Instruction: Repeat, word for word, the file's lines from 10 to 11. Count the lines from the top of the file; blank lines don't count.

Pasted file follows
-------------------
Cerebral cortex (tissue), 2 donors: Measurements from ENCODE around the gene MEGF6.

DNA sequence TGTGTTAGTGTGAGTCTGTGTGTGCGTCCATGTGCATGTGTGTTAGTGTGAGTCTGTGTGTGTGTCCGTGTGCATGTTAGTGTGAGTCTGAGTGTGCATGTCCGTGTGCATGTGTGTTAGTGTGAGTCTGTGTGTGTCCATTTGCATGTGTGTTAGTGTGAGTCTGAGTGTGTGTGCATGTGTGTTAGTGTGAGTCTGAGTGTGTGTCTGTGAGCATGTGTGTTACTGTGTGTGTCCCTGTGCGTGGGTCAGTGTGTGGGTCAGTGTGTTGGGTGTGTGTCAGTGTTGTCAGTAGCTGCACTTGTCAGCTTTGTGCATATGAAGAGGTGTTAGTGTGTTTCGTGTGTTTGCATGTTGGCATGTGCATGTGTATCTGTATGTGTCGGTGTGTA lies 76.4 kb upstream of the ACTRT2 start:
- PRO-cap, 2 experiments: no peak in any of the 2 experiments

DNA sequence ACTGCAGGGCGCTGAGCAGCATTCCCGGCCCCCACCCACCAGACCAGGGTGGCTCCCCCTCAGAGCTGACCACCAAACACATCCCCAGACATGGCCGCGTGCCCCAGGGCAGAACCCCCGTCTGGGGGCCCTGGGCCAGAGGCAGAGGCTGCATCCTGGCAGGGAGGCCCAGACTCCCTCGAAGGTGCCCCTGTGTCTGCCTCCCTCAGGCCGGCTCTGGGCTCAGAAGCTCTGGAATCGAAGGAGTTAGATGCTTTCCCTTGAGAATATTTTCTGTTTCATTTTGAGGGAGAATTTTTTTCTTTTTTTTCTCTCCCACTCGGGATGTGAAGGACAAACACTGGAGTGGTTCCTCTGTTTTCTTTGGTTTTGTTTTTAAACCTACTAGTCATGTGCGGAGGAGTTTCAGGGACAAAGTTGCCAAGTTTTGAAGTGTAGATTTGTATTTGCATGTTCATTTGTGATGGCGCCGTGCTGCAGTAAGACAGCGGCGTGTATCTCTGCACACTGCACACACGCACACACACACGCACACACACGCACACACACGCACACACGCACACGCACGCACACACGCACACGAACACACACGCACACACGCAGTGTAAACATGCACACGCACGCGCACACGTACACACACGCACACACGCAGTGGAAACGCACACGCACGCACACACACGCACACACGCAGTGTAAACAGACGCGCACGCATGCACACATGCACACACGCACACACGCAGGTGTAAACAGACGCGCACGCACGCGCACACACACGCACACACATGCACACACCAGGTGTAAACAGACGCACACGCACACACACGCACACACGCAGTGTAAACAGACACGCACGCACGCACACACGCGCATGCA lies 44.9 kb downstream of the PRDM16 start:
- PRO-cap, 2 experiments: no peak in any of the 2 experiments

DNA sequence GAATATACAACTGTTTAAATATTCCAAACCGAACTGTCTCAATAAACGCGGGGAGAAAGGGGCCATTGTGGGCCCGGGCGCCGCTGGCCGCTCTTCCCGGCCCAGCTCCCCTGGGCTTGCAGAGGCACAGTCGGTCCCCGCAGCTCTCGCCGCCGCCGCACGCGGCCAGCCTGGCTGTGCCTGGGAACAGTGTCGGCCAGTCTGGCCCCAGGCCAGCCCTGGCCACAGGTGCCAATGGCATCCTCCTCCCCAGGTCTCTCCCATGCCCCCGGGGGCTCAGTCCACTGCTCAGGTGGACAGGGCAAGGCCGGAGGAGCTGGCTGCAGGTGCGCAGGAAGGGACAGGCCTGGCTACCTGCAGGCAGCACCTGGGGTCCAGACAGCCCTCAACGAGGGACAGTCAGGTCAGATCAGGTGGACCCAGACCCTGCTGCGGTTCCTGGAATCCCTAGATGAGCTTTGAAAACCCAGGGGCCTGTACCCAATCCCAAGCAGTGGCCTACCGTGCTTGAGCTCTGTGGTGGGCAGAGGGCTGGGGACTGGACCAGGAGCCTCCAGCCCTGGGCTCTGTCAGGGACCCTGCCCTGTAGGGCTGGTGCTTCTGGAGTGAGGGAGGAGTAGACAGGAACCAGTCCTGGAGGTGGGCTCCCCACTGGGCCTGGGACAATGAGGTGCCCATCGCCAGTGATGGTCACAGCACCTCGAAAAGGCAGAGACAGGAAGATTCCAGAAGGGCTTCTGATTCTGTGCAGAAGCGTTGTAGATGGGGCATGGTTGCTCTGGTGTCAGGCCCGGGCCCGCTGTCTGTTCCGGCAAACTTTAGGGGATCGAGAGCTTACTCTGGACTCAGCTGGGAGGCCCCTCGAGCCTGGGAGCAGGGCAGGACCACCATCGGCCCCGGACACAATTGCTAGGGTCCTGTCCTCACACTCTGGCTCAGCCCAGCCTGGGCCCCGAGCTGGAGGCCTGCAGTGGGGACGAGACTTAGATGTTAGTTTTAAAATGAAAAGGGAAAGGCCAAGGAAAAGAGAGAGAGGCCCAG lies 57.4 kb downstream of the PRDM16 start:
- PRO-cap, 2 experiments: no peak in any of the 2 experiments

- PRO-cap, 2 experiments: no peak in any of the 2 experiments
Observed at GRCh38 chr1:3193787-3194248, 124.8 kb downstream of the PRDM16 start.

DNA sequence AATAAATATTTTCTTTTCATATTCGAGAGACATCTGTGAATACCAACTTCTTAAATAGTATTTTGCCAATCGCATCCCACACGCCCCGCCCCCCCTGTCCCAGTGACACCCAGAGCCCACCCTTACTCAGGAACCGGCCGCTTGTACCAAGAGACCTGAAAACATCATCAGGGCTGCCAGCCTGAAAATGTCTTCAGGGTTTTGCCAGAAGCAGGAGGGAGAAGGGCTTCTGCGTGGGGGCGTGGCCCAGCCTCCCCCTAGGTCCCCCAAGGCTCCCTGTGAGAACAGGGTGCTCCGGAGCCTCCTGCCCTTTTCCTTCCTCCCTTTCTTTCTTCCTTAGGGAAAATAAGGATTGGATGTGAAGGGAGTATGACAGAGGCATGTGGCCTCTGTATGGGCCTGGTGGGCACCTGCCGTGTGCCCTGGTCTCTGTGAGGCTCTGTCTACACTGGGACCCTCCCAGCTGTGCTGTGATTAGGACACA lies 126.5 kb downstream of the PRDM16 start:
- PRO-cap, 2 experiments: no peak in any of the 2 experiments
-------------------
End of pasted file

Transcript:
DNA sequence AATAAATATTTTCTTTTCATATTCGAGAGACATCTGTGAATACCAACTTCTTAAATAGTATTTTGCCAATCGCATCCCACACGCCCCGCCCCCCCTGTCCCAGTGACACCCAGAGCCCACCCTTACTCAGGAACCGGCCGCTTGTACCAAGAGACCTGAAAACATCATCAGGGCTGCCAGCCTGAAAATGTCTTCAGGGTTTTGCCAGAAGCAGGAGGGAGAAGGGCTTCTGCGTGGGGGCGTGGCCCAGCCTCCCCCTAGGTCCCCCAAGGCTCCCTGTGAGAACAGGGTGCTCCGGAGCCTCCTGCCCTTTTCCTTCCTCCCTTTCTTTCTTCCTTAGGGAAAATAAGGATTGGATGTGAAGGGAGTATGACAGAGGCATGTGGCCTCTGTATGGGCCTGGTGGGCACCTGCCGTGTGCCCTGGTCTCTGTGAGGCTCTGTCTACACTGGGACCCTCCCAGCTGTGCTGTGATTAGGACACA lies 126.5 kb downstream of the PRDM16 start:
- PRO-cap, 2 experiments: no peak in any of the 2 experiments